A lack of transparency is not the only feature the likely Republican nominee shares with his counterparts in Mexican politics, who are as notorious as he is bluster and bravado. From his rhetoric about protests at his rallies, Trump seems as if he would have felt very much at ease in the Mexican political scene circa 1960, the pinnacle of the authoritarian rule by the Institutional Revolutionary Party (PRI), when the practice of “roughing up” protesters — as Trump puts it — was very common. Workers, students and peasants who dared protest against the government were routinely beaten.

The author Gabriel Zaid has written about an episode in 1959 when then-President Adolfo López Mateos was about to give his first “state of the union” address to Congress. Word had reached the president that one of the few opposition legislators at the time was going to stage a protest in the middle of the speech. López Mateos called PRI representative José Ortiz Ávila and told him to prevent it. Before the president began to speak, Ortiz Ávila warned the would-be protestor not to try anything and reinforced the message by sitting next to him and aiming a gun at his colleague from under his coat during the speech. Later, López Mateos commended Ortiz Ávila and told him that politics should be done “with a lot of brains but also a lot of balls.”

This intolerance for dissent has survived to this day in Mexico. A Trump rally where protesters get “roughed up” is no different than, say, a rally in the state of Jalisco in 2012, where sympathizers of PRI gubernatorial candidate Aristóteles Sandoval beat up protestors. Sandoval is now the governor of Jalisco. Or the case of Veracruz governor, Javier Duarte, whose bodyguards once beat up a photographer who was trying to get some pictures at an event. In fact, public officials and members of political parties were responsible for about half of the attacks against journalists in 2015, according to a report released last week by Article19, an international nonprofit group that advocates for journalistic freedom.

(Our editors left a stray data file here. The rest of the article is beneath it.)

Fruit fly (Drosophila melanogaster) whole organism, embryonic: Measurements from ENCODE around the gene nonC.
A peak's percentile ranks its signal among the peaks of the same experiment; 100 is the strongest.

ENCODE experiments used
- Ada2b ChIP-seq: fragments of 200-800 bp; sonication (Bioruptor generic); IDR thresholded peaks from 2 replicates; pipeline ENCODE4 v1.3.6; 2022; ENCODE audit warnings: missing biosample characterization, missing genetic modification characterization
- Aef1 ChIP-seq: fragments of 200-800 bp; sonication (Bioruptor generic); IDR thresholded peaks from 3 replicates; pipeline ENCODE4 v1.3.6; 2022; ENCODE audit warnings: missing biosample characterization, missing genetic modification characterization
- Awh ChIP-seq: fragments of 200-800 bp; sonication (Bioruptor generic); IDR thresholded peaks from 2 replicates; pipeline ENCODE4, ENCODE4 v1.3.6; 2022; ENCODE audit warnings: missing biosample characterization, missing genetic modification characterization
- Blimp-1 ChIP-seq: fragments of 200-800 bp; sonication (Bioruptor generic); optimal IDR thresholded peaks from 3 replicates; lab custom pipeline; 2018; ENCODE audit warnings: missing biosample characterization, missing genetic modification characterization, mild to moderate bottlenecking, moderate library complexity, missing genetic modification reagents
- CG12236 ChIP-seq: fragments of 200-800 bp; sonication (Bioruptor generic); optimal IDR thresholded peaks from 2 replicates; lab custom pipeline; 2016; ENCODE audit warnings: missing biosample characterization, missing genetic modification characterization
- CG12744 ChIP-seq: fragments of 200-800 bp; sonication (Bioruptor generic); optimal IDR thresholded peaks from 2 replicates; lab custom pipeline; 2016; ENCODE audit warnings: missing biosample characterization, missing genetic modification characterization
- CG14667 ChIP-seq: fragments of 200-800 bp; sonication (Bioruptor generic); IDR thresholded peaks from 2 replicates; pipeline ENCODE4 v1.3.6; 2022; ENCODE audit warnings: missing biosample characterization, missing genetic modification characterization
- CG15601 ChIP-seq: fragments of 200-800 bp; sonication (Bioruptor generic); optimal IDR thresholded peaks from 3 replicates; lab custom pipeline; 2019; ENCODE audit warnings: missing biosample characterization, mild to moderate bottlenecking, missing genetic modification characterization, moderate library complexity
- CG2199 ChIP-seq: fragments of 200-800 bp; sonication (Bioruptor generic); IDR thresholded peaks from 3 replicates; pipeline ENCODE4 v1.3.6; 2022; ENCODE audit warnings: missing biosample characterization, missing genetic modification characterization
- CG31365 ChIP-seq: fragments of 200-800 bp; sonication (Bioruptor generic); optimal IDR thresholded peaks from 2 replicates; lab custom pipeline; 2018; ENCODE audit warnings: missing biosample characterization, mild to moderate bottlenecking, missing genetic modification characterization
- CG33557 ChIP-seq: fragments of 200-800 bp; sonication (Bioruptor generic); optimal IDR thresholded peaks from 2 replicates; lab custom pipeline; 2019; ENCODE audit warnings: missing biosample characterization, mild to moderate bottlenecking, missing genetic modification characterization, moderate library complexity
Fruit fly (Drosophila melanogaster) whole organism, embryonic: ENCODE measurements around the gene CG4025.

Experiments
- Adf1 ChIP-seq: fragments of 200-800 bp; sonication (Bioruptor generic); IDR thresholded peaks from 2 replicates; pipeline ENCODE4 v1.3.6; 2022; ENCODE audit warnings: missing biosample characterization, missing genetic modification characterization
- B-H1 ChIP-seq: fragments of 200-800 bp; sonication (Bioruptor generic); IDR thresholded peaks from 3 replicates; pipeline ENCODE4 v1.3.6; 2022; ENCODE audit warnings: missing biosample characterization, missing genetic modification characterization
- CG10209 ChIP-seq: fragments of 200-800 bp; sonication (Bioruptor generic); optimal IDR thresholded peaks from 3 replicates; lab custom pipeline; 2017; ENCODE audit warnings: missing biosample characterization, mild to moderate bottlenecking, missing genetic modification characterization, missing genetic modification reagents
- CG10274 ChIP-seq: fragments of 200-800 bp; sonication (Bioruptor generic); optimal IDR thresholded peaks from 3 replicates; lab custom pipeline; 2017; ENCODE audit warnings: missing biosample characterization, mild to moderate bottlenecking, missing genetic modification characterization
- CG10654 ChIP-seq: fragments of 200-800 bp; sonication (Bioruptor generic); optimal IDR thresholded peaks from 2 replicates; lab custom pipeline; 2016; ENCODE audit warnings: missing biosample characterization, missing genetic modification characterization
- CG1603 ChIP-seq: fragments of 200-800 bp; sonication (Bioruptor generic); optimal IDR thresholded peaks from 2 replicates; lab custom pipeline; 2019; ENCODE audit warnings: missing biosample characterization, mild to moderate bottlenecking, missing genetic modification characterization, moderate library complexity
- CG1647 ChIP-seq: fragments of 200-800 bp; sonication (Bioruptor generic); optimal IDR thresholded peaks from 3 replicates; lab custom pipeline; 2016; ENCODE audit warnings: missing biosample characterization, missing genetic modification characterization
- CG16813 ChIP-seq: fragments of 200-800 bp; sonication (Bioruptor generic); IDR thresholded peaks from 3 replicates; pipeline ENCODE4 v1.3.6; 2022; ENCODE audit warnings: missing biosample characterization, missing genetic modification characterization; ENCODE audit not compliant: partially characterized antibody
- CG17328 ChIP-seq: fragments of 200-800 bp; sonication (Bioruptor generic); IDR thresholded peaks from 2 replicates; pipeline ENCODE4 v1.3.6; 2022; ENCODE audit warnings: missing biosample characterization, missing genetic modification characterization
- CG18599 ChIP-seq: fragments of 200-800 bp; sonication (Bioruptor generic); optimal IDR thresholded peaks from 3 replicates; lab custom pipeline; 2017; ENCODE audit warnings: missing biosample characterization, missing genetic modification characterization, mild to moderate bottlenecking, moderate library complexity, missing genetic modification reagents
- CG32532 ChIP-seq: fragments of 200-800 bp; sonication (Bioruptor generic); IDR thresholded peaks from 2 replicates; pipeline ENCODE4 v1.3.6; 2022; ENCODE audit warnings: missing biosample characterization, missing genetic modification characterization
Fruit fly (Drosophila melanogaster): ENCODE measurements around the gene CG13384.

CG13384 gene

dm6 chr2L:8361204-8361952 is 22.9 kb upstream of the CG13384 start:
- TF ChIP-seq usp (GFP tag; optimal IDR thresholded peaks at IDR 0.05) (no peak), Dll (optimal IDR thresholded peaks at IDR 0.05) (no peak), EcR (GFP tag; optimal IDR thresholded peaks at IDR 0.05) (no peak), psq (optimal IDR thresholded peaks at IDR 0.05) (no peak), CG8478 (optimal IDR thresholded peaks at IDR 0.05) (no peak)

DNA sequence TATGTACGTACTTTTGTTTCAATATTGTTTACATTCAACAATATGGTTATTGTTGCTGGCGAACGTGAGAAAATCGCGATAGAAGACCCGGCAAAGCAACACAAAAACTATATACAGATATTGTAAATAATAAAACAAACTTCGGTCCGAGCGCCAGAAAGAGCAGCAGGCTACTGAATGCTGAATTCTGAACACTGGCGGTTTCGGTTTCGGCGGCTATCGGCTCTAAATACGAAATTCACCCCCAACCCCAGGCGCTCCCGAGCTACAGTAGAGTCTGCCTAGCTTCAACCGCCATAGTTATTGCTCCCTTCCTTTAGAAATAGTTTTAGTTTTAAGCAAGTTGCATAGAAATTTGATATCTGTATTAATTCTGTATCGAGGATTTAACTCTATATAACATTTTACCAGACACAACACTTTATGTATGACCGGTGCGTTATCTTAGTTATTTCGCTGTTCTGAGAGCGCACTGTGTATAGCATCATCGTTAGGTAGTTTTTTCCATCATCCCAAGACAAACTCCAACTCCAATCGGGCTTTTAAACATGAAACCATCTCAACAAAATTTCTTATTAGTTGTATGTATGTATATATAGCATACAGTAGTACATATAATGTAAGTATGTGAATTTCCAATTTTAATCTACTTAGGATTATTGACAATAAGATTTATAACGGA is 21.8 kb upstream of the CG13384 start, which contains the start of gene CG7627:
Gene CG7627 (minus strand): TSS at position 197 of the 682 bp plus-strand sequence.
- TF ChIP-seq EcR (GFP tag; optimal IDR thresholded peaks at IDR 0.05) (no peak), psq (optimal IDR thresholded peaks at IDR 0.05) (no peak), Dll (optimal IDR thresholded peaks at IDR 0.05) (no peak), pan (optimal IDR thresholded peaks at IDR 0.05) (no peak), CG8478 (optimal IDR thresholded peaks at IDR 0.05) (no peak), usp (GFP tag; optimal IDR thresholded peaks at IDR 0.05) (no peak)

It is worth recalling that one of Trump’s earlier clashes with the media was with a Mexican-born journalist, Univision’s Jorge Ramos, who was evicted from a news conference in Iowa by one of the candidate’s bodyguards.

In the following months, Trump kept attacking and insulting journalists as if he were living south of his proposed “beautiful wall” on the U.S.-Mexico border.

Likewise, intolerance for minorities is a hallmark of many political systems, but Trump has taken it to a level seen for many years in Mexico, both with his rhetoric aimed here and with his call to ban Muslim immigrants. In Mexico, though, the nationalist spirit manifests itself differently: During its decades in power, PRI leaders routinely used the United States as a convenient enemy. One of the arguments made against the conservative National Action Party was that if it ever came to power, it would hand over the country to Uncle Sam and the Catholic Church.

So if Trump does become president next year, he isn’t likely to find Mexican politicians eager to pay for his border wall. But he may discover that he gets along just fine with them anyway.